Teacher recruitment today is complex and presents many challenges unique to the current climate. With the help of or most experienced education recruitment consultants located throughout Australia, we list the common teacher recruitment pitfalls and how schools can avoid them.
Rushing to advertise
Deciding on where to advertise can be a job in itself. It’s important to be strategic and discerning in the job boards in which you post your school’s vacancies in order to connect with the most appropriate teacher audiences. Gone are the days where a single advertisement worked well because candidate pools were plentiful. Today, in order to maximize exposure for your school it is important to engage in digital advertising that connects with teachers in innovative ways – capturing the attention of all teachers whether they are actively or passively looking for new career opportunities. Tes.com is a great example of how schools can connect with an education specific audience, both locally, interstate and overseas. Casting the net wide is imperative for increasing your chances in finding the most suitable candidates for your jobs. Apart from the wide reach, the Tes platform also gives you the chance to embed video into your job ads in order to further communicate the benefits of your school to a wider audience. Video particularly resonates more than the written word and can help your school stand out from the rest.
Time-consuming, disruptive application processes
In a competitive market and in a day-and-age where technology has made applicants accustomed to efficient ways to find and secure jobs, it is important to create a candidate journey that makes it easy for candidates to do what they need to do to learn about the job, self-select, easily access application forms, and apply. Having an advertisement point to a website that lacks easy-to-find information relevant to employment can disrupt the candidate journey. If candidates are not able to quickly and easily access the information they need, there is a high likelihood they will not proceed with an application. Equip your website with engaging, employment focused content. Choose job boards that host more than just an advertisement. Use recruiters known for their ability to efficiently connect you with quality candidates and move applications across in a timely manner. It is important to never rush a recruitment campaign, however prolonged gaps between advertising and interviewing can disrupt the candidate journey and lead to many applicants withdrawing because they have secured work in other school faster.
The technical fit is most important
Schools need to do more to attract and engage applicants. It is a competitive market and more needs to be done to sell the benefits of your school. Despite this, we still see too many advertising campaigns favouring the technical components of the job. What interests candidates most is the organisational side of the job. Be sure to create advertisements that focus on your school’s culture and the organisational offerings and requirements. This is not easy to do in a single advert so make sure your website has a dedicated career page that you can link advertisements to.
CV assessment and interviews are my key selection activities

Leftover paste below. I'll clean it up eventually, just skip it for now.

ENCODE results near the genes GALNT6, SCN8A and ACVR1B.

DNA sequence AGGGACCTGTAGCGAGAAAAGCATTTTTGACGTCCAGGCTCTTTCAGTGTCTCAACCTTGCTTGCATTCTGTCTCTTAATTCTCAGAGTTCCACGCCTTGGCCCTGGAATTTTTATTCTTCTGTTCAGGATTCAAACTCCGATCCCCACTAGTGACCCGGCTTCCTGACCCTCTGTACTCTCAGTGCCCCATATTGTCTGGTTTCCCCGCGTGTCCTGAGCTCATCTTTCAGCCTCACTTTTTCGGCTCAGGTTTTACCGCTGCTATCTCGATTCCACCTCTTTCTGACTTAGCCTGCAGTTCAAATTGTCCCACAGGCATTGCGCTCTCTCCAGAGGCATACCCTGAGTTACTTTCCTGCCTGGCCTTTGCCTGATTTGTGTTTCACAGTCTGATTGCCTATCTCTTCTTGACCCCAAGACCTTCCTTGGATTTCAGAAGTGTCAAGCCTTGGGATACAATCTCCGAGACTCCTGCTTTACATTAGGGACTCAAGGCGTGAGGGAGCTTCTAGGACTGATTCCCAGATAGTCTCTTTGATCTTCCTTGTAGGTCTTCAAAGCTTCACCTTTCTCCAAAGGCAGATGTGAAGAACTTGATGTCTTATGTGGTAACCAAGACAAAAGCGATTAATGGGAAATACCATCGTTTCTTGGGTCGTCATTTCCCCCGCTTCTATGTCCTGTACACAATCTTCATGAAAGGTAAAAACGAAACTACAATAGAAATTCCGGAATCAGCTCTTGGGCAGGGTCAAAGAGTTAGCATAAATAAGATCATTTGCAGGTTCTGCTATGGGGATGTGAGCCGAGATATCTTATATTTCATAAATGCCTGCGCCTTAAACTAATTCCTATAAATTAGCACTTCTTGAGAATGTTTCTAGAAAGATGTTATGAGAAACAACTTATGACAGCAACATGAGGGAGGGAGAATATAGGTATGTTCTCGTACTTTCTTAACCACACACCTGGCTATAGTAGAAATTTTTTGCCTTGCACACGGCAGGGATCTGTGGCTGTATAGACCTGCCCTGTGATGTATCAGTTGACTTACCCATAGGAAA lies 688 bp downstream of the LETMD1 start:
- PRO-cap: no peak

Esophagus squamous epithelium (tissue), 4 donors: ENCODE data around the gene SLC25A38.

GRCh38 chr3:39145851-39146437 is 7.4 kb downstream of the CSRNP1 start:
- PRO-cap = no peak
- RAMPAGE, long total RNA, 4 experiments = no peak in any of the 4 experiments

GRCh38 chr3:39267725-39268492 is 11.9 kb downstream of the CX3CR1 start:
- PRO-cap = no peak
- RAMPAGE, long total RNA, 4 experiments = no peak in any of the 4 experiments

Though the CV is central to our understanding of candidates, an over emphasis on the CV can leave a school deciding on the “what” rather than the “how” and “why” behind each candidate. Schools can fall into a pitfall if they judge candidates on where they worked. Like attracts like because it is safe and familiar, however there are many outstanding candidates in other education sectors that have the values, philosophies, work ethics and teaching styles that align with your school. Dismissing candidates because they are not working in your sub sector or dismissing a candidate because they are working interstate must be avoided. Introduce video applications so you can get an additional glimpse into the person behind the CV. Incorporate lesson observations. Challenge candidates to contextualise and provide real life examples in interview. Create assessment rubrics that align with your teaching and employment standards and govern a variety of selection activities. Doing so will enable you to see how and why a candidate will bring benefit to your organisation, making it easier to hire nationally, internationally and from across sub sectors.
The job is done once the appointment is made
Outstanding recruitment campaigns do not end when an appointment is made. We see many appointments break down in the days and weeks after and offer is made and accepted. The major causes are inconsistencies between the verbal offer and the contract, prolonged periods between the offer and contract dispersal. It is important to plan your campaign so that recruitment synchronises with retention strategies. Give feedback to the person you hired. Make it constructive and identify areas where your school will help develop. Candidates like employees, value recognition and progression. Using the information you gather to hire a person can easily map into professional development strengthening the induction of your new hire. Have contracts ready in advance to quickly update and disburse. Communicate with candidates especially over the summer when the gap between recruitment and commencement is big. If you are hiring new people in November, invite them to end of 2019 events and begin your induction ahead of 2020.
Tyson Wood is the manager of Smart Teachers, an organisation helping principals source highly qualified and suitable teaching staff for their schools since 2005.